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By Jai-Leen James, Contributing Reporter

MIAMI BEACH, FLORIDA – The City of Miami Beach held a panel discussion to mark the release of its special edition of MB Magazine. “How Miami Beach is Rising Above” was the topic of discussion Tuesday, May 28th, at the Colony Theatre in South Beach.

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City officials discussing Miami Beach’s efforts in adapting to climate change and educating residents on how they can adopt their own sustainable lifestyle, photo internet recreation.

Moderated by Miami Beach Mayor Dan Gelber, attendants gained insight on the city’s efforts in climate change adaptation. City Manager Jimmy L. Morales, Chief Resilience Officer and Assistant City Manager Susanne Torriente and Assistant City Manager Eric Carpenter completed the panel.

Over one hundred guests were in attendance during the meeting, as well as being live streamed. Attendees had the opportunity to submit questions to the panel, and topics ranged from flooding, high tides, seaweed along the beaches, raising sidewalk and road elevation, hurricane preparedness and property values.

For year, the city has been reviewing and improving existing planning and zoning codes to match their needs. Miami Beach also requires new construction over 7,000 square feet to achieve LEED Gold certification or Living Building Challenge certification. Living Building Challenge certification was developed by the International Living Future Institute to encourage eco-friendly creation.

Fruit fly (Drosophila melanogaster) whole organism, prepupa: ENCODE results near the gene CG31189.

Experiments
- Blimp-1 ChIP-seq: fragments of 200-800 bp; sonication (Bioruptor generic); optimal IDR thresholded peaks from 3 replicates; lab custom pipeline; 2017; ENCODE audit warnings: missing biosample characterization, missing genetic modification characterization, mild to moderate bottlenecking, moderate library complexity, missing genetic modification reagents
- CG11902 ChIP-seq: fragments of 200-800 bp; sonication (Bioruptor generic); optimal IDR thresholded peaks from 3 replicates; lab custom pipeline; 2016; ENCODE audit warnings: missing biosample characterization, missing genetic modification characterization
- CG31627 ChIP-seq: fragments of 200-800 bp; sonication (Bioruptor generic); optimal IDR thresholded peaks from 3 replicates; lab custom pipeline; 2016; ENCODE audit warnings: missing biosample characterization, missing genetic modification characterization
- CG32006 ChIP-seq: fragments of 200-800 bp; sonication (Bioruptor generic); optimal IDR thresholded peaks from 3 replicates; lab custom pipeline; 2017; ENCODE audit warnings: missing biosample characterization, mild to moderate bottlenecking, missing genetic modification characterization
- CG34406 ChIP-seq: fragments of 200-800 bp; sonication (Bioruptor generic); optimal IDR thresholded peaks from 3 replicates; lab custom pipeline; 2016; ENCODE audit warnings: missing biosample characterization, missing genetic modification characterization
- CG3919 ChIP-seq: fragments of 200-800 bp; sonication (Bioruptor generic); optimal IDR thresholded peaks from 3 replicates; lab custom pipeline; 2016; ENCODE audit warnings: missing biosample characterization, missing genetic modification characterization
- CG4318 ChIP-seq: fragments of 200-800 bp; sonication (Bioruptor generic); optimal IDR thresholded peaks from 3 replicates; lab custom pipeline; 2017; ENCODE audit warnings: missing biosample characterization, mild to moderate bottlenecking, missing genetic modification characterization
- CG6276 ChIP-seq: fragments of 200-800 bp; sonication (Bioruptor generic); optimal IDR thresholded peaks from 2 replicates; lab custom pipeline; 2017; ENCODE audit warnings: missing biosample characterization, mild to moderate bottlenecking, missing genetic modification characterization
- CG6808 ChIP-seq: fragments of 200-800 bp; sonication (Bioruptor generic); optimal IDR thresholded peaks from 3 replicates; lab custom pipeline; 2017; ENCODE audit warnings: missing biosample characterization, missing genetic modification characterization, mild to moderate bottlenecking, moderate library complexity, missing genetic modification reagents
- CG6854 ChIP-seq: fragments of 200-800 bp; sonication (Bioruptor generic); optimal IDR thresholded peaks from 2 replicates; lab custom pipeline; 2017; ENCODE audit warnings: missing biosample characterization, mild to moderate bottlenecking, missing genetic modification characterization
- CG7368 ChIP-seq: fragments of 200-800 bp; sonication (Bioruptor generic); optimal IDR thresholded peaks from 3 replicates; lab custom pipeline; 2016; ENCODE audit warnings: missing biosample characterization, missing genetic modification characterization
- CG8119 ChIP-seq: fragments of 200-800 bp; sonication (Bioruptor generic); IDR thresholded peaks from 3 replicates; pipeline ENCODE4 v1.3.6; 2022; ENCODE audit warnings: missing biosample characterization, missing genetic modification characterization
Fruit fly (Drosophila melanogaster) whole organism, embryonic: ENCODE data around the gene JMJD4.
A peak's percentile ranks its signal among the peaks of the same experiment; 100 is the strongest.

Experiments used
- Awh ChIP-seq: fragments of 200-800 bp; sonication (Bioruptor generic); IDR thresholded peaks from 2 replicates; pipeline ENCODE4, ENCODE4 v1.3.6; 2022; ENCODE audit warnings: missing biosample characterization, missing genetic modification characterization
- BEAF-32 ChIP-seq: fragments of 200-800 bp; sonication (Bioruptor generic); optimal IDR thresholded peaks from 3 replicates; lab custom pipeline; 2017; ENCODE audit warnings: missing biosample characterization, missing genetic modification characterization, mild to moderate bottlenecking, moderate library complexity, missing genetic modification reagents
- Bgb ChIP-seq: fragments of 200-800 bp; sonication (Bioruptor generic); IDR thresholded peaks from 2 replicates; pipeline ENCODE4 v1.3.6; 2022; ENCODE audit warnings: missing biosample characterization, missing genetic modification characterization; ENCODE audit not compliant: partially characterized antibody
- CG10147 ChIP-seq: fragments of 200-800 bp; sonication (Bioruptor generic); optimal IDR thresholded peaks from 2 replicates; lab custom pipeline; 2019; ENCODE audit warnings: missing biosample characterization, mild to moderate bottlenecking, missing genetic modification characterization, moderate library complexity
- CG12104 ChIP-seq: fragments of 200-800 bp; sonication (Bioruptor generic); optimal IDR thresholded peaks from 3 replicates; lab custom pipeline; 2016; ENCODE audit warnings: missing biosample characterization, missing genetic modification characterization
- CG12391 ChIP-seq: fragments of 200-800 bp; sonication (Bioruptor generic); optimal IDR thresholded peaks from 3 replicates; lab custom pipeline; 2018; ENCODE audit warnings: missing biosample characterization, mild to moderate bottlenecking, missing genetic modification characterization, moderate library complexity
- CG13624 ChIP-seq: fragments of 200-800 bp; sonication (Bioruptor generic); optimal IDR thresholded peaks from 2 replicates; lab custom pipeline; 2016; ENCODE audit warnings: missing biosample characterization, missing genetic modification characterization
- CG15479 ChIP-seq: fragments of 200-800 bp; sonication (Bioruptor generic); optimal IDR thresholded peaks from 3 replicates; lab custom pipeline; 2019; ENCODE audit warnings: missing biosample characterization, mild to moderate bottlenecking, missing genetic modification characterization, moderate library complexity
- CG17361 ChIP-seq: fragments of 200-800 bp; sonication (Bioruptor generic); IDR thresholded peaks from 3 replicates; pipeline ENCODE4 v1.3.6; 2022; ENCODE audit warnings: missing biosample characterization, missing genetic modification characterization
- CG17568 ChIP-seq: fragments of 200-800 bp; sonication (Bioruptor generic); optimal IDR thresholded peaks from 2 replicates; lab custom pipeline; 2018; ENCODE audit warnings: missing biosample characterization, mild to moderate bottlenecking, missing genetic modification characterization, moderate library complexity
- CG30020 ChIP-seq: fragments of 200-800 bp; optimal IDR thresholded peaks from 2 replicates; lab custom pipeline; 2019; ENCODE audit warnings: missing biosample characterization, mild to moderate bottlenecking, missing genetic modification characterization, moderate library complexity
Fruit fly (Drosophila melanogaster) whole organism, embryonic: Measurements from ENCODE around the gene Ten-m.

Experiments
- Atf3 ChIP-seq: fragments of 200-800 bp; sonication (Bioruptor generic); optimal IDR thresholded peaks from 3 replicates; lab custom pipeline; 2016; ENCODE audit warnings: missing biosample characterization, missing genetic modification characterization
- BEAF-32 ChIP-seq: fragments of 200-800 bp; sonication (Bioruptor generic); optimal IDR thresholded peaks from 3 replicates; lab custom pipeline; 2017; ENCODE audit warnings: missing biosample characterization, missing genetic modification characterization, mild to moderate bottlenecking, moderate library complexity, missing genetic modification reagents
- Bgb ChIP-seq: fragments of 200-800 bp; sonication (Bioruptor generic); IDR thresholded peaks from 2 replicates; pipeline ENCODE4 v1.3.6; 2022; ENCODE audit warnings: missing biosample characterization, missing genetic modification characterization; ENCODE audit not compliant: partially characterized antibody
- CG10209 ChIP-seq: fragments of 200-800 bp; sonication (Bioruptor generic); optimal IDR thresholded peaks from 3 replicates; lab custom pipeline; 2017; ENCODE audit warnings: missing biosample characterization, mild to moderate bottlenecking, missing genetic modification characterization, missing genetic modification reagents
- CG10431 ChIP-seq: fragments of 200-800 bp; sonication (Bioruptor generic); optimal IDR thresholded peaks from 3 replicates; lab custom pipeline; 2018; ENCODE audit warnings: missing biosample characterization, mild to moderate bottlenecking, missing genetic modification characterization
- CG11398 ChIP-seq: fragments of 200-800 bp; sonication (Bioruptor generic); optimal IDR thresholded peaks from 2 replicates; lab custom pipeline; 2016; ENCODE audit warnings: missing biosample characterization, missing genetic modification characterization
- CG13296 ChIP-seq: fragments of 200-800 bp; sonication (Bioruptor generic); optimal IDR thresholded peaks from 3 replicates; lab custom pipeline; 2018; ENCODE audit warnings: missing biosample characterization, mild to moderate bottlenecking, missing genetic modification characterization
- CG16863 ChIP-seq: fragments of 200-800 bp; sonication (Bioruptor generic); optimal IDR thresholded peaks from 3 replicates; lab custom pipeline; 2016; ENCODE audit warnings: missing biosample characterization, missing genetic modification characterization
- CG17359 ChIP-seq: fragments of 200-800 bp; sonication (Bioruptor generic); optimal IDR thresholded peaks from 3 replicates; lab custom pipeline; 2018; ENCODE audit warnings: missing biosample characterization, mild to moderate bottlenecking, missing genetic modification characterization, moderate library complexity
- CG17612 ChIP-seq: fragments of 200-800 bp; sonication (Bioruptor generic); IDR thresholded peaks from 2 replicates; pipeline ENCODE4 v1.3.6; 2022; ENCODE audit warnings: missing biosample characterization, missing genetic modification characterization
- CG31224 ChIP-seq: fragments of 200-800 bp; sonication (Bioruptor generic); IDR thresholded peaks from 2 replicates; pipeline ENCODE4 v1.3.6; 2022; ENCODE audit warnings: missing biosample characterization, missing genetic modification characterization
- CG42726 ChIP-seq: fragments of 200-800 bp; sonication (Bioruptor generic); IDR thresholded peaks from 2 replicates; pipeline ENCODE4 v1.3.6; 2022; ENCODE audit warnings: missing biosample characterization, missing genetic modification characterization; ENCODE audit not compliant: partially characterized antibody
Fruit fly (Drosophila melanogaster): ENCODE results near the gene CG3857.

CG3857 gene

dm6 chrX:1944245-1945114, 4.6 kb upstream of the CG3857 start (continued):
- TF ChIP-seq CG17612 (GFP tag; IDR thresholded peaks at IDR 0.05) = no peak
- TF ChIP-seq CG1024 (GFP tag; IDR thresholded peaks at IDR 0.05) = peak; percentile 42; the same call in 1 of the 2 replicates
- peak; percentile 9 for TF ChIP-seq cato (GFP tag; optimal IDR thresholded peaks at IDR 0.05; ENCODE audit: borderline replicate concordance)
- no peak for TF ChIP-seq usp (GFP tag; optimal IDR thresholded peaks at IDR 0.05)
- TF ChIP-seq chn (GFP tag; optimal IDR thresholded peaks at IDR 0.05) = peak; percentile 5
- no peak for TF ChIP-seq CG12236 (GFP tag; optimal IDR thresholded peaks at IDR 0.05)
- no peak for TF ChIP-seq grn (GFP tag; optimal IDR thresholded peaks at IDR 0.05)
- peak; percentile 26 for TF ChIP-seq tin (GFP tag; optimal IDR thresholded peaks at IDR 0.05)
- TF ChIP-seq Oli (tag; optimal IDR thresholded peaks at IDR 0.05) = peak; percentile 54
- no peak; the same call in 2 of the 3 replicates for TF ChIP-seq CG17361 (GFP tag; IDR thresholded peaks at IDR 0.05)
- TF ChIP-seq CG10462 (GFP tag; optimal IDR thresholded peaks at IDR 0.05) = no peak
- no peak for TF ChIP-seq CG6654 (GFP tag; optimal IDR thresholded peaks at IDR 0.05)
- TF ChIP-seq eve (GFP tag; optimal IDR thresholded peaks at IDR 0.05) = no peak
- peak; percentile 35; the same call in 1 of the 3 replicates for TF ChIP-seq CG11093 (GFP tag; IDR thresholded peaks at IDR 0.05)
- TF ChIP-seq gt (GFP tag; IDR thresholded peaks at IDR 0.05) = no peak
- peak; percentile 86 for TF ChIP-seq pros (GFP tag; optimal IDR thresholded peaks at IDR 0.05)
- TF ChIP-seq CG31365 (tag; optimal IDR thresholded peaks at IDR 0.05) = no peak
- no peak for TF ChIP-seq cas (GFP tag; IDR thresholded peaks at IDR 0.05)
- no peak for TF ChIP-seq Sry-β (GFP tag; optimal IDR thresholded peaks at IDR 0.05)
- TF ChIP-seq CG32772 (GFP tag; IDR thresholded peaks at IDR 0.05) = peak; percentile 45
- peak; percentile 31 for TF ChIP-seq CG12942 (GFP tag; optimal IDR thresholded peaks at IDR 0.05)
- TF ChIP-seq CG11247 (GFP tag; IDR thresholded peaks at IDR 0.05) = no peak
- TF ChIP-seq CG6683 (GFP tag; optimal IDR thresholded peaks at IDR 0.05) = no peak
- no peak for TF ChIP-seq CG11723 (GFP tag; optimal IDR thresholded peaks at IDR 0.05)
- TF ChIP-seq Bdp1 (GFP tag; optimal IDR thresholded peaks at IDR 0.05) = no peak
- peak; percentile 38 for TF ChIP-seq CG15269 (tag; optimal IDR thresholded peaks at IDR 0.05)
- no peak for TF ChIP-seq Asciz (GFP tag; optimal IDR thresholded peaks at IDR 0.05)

“You don’t want to wait ‘til it’s too late. It gets much more expensive and if we’re going to be doing the work anyway, we really need to get the properties resilient,” Morales said during the climate discussion.

“As we saw with our recent bonds, where Wall Street looked at it and actually gave us kudos and kept our high ratings, because in fact, we’re one of the most aggressive cities in dealing with this.”

According to GOBankingRates, 77.6 percent of Miami Beach homes are at risk of being under water by year 2100 – the highest percentage in the nation. The city is anticipated to have the highest total value of underwater homes at $33.4 billion.

“For right now, the projections for sea level rise for southeast Florida, in the short term which is by 2030, we expect 6 to 10 inches above the 1992 mean sea level,” Torriente said at the town hall meeting. “And in the long term, 2100, the projected rise is 31 to 81 inches.”

After the event, Melissa Berthier, Assistant Director of Marketing and Communications for the city shared, “We received excellent feedback from many attendees, and will now be hosting Facebook Live forums with the release of future magazines.”

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